Microservices Principles for App development

Here are some recommendations for developing microservice-based apps. Let’s examine each principle’s specifics.


● Autonomy Principles for Microservices : Microservices are distinct and genuine because of their independence. They are simple to scale and manage because of the strength of authentication. If the business goal is sustained, the performance of the services and the level of customer satisfaction will improve when the degree of autonomy is maintained.

● Design for Failure Principle for Microservices : The framework behind the microservice application enables it to continue to function even if any of its components fail. The services are set up correctly to minimize the impact on their own SLA and lower the likelihood of a complete shutdown or failure. Even when one service is down, it cannot affect the other service line. The principle relies on circuit breaker patterns to stop communication between two or more services.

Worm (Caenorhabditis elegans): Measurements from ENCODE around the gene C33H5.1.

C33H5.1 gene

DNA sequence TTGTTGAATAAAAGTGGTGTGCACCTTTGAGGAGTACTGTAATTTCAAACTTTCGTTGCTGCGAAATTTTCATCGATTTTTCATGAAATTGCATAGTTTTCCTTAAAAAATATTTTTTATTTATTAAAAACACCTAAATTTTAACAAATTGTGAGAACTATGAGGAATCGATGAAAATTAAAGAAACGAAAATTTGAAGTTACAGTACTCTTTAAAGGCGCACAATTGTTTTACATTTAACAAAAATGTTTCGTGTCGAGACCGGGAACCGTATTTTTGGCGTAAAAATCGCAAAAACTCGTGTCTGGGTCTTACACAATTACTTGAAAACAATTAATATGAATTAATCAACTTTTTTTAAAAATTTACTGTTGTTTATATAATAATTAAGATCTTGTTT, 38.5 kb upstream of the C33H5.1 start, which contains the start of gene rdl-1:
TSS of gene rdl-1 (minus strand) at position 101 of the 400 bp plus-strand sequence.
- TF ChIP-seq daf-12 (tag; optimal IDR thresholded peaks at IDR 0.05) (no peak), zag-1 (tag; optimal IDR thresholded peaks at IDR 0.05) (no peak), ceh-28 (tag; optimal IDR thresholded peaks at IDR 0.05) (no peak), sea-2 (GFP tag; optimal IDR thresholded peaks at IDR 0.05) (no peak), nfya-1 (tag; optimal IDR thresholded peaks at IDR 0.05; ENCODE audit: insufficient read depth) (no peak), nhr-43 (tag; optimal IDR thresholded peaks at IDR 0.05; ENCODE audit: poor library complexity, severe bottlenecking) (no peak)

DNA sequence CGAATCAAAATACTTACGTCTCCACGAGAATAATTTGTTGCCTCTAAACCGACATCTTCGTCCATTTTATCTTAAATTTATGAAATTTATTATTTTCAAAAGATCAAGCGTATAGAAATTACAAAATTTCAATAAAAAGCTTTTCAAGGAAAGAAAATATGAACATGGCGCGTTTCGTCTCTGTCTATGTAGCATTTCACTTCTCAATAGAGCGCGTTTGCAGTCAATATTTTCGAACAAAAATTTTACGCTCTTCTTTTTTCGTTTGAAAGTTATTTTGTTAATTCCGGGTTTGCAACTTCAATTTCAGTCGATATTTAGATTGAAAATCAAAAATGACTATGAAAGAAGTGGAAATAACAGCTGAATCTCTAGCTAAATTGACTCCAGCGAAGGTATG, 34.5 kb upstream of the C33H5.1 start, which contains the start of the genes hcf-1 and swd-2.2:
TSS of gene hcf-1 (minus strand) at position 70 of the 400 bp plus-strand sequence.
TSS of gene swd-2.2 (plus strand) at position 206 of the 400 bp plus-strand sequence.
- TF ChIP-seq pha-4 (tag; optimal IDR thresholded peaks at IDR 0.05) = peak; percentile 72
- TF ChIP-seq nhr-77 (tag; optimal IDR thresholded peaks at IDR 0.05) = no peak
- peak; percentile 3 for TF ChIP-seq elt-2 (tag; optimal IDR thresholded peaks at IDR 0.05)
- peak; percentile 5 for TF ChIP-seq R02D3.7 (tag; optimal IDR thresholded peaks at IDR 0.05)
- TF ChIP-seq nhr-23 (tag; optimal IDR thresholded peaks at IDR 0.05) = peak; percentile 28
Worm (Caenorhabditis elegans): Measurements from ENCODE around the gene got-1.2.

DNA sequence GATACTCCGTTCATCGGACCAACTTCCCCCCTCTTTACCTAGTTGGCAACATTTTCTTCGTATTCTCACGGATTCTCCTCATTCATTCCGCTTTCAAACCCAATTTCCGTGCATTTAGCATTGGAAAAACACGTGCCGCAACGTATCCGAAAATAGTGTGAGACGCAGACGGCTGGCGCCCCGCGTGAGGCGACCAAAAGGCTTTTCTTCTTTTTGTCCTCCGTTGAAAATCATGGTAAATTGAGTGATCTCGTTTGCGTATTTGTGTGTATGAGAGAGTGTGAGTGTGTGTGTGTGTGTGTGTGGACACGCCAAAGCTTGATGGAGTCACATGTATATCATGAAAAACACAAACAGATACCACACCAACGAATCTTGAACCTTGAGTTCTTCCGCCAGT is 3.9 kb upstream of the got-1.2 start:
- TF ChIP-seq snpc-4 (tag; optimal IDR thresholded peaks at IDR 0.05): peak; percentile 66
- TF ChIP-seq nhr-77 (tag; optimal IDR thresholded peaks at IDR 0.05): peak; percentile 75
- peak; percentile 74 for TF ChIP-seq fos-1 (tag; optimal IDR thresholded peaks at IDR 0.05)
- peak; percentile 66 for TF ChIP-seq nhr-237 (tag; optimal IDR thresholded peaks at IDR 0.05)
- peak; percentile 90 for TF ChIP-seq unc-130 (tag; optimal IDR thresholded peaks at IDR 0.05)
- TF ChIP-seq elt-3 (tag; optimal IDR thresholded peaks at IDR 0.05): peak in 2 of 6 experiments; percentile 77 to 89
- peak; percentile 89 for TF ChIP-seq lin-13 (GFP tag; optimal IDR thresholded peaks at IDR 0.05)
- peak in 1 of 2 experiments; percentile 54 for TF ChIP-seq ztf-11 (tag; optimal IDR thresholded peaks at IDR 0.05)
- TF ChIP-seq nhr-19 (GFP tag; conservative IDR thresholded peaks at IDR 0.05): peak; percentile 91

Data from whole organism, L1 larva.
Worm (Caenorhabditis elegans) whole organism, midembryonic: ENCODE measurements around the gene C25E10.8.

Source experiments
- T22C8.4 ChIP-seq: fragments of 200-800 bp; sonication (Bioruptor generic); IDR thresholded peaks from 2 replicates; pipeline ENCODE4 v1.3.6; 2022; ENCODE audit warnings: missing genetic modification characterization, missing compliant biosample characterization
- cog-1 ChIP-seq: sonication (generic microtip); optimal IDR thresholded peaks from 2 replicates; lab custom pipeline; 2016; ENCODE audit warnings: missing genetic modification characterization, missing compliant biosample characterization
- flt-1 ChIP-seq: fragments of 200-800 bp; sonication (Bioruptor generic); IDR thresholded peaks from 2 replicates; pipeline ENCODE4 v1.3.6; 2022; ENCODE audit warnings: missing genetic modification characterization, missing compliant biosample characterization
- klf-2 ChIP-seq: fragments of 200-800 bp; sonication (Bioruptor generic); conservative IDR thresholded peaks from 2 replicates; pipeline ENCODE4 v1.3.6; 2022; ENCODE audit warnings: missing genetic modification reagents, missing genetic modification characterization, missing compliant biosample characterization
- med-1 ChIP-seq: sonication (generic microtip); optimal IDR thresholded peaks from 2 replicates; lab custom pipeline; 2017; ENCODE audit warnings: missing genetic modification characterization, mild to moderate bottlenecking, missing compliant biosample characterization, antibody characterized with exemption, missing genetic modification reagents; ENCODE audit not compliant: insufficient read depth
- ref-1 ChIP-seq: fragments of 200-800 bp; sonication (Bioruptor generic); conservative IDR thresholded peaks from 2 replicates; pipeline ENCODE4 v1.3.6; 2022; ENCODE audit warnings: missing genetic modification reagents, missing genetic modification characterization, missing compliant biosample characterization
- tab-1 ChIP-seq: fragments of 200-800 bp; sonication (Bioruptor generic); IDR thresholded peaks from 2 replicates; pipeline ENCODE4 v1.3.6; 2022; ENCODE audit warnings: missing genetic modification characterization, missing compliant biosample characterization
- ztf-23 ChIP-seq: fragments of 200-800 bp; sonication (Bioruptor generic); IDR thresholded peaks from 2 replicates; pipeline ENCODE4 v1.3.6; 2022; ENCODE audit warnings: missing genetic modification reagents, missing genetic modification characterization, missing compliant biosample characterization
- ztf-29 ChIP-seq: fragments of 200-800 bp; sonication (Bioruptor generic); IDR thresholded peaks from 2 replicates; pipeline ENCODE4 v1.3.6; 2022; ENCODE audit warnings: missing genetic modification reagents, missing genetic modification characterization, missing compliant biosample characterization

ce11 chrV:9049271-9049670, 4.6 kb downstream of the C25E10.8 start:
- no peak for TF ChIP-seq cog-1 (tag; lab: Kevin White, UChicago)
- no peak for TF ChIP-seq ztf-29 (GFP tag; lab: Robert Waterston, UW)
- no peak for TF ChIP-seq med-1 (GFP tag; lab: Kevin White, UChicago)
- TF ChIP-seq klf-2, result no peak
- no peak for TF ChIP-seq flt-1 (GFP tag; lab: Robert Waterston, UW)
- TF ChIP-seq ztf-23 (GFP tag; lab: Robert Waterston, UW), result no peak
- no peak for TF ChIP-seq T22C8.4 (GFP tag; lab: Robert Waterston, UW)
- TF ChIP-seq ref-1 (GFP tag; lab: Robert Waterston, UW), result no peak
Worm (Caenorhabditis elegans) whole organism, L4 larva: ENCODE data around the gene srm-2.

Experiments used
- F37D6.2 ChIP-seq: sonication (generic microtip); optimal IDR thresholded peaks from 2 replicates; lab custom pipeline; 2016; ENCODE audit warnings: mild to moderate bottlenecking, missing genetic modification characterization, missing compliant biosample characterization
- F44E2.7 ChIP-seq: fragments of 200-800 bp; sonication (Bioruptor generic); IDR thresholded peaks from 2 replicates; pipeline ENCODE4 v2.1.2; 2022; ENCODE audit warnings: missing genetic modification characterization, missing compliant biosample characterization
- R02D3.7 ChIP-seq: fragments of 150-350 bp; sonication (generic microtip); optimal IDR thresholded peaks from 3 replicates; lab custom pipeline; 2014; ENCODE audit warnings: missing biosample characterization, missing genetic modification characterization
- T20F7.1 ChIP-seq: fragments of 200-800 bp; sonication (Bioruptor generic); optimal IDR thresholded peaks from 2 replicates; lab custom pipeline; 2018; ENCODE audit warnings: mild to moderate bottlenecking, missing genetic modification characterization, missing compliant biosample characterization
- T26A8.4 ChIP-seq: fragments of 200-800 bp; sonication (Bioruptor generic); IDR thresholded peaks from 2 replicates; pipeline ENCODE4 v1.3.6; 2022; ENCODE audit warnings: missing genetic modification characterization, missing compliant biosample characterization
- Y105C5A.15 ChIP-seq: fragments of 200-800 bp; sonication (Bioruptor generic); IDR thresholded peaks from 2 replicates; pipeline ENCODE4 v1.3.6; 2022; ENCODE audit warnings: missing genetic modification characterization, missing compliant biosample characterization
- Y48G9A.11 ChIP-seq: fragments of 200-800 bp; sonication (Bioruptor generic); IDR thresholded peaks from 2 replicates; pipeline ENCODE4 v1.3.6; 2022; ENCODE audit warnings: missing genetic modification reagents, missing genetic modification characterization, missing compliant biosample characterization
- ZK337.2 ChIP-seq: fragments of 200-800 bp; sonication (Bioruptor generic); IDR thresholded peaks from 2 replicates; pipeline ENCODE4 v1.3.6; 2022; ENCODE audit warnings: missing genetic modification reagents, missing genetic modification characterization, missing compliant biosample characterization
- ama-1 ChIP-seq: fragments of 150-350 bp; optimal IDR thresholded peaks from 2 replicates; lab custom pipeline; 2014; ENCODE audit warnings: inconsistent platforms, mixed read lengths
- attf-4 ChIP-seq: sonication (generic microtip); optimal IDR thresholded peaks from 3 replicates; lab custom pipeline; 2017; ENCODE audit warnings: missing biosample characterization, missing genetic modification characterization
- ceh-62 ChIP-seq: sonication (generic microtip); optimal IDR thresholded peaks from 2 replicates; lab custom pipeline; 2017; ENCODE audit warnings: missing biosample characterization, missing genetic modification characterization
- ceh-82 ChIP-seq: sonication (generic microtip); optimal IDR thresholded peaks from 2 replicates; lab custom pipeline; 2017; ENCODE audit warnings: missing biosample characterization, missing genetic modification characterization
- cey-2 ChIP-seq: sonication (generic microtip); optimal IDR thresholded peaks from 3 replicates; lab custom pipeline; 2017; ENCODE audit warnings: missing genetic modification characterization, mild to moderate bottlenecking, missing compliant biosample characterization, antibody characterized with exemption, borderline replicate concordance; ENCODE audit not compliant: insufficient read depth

● Loose Coupling Principle for Microservices : The power of loose coupling reduces and organizes the gap between customer needs and offerings. The move does not impact the customers because they are not dependent on one another. It reduces coordination costs and promotes faster growth in customer needs and corporate goals due to the rapid improvement in efficiency and agility

● Business Capability Principle for Microservices : The operation of microservice architecture is based on cross-functional teams. This is the center of the organization’s objectives and top priorities. Each product is run and managed by a team for the rest of its life. Each team understands every aspect of the service application in use.

Serverless Architecture